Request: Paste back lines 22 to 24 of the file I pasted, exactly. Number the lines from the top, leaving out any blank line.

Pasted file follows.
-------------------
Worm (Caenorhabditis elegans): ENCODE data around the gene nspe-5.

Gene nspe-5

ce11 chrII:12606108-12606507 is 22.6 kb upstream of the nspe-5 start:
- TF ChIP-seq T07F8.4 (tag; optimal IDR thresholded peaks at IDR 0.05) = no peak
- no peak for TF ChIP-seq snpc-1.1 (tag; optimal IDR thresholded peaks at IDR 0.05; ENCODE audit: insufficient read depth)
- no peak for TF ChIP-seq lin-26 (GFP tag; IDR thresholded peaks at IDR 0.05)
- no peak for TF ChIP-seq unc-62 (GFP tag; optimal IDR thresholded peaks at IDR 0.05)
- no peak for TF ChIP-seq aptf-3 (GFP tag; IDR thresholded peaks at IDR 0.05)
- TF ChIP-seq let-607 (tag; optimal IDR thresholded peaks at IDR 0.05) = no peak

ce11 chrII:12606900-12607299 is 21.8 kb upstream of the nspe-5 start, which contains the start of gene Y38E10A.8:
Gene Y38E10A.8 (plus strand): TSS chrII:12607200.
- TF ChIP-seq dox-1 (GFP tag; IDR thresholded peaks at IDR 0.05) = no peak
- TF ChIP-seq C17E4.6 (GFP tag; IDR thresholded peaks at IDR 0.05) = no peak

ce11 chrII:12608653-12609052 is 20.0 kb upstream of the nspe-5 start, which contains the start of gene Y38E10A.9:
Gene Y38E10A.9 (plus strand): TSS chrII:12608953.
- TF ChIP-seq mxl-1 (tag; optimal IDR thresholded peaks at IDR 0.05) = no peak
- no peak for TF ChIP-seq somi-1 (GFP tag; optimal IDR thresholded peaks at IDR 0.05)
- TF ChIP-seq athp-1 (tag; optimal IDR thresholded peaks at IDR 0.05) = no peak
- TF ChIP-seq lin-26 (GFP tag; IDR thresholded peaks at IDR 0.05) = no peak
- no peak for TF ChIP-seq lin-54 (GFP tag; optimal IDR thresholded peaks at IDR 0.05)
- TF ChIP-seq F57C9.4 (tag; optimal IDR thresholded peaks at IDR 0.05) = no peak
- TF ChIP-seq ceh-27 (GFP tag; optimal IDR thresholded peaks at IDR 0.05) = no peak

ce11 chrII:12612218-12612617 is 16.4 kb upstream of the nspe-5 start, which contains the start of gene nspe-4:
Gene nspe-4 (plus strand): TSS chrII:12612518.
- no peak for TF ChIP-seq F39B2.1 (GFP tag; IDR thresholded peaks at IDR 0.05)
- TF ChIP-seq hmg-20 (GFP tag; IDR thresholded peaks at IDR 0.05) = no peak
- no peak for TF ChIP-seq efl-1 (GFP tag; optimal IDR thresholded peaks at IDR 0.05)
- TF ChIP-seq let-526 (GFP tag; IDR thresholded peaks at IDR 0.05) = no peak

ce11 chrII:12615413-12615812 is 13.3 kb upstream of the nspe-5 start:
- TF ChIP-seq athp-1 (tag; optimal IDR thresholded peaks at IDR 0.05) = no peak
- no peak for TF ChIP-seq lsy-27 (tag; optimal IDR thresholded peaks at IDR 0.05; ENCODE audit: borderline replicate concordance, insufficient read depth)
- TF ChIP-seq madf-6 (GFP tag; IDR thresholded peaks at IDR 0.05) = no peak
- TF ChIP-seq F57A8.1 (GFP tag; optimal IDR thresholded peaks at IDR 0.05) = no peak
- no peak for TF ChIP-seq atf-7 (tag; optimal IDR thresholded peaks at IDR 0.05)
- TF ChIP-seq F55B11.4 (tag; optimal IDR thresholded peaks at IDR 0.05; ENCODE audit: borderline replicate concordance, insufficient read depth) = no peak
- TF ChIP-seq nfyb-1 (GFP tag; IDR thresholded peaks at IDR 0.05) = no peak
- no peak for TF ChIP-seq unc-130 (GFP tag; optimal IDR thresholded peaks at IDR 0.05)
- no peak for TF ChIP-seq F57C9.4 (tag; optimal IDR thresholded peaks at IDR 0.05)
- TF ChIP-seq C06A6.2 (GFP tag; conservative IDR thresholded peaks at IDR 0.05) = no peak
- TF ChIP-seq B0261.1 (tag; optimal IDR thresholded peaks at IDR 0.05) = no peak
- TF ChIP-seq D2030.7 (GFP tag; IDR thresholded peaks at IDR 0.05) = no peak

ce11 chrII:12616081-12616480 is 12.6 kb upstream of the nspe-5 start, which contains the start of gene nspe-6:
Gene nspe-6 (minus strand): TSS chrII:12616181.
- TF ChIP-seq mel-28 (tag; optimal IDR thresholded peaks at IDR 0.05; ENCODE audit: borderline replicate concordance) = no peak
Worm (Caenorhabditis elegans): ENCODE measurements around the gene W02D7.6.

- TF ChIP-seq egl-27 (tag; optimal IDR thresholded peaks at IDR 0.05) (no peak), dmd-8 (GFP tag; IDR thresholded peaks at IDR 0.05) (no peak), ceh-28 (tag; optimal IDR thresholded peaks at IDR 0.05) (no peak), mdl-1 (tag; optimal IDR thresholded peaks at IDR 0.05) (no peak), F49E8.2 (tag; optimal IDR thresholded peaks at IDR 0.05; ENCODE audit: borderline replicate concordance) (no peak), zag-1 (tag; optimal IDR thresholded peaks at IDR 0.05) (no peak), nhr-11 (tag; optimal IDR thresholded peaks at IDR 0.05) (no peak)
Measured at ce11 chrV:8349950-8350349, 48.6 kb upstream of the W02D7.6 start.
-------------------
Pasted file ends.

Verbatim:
- TF ChIP-seq ceh-27 (GFP tag; optimal IDR thresholded peaks at IDR 0.05) = no peak

ce11 chrII:12612218-12612617 is 16.4 kb upstream of the nspe-5 start, which contains the start of gene nspe-4:
Gene nspe-4 (plus strand): TSS chrII:12612518.